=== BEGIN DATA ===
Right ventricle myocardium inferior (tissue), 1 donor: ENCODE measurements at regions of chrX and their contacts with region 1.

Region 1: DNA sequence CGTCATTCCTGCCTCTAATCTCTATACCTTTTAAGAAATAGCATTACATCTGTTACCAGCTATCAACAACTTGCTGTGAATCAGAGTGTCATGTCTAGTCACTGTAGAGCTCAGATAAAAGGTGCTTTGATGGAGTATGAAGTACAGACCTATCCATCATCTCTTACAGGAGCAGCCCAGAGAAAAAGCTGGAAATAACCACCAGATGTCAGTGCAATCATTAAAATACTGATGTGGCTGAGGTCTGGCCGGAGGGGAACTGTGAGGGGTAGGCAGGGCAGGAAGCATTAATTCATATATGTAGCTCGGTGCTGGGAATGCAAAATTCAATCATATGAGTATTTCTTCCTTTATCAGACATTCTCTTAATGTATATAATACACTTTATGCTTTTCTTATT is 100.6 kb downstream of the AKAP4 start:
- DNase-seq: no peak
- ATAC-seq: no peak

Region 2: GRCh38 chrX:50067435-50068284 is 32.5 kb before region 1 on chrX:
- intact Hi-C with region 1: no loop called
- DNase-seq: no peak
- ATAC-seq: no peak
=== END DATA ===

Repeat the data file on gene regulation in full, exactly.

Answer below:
Right ventricle myocardium inferior (tissue), 1 donor: ENCODE measurements at regions of chrX and their contacts with region 1.

Region 1: DNA sequence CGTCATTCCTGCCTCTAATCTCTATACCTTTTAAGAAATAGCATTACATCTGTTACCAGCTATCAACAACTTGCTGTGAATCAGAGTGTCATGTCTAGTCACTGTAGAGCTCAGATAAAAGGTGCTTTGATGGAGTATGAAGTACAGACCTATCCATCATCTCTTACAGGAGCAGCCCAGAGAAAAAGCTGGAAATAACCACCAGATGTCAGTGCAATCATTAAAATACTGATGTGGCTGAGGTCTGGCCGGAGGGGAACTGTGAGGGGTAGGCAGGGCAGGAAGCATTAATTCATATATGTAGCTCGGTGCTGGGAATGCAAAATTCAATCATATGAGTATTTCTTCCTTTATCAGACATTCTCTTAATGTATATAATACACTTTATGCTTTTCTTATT is 100.6 kb downstream of the AKAP4 start:
- DNase-seq: no peak
- ATAC-seq: no peak

Region 2: GRCh38 chrX:50067435-50068284 is 32.5 kb before region 1 on chrX:
- intact Hi-C with region 1: no loop called
- DNase-seq: no peak
- ATAC-seq: no peak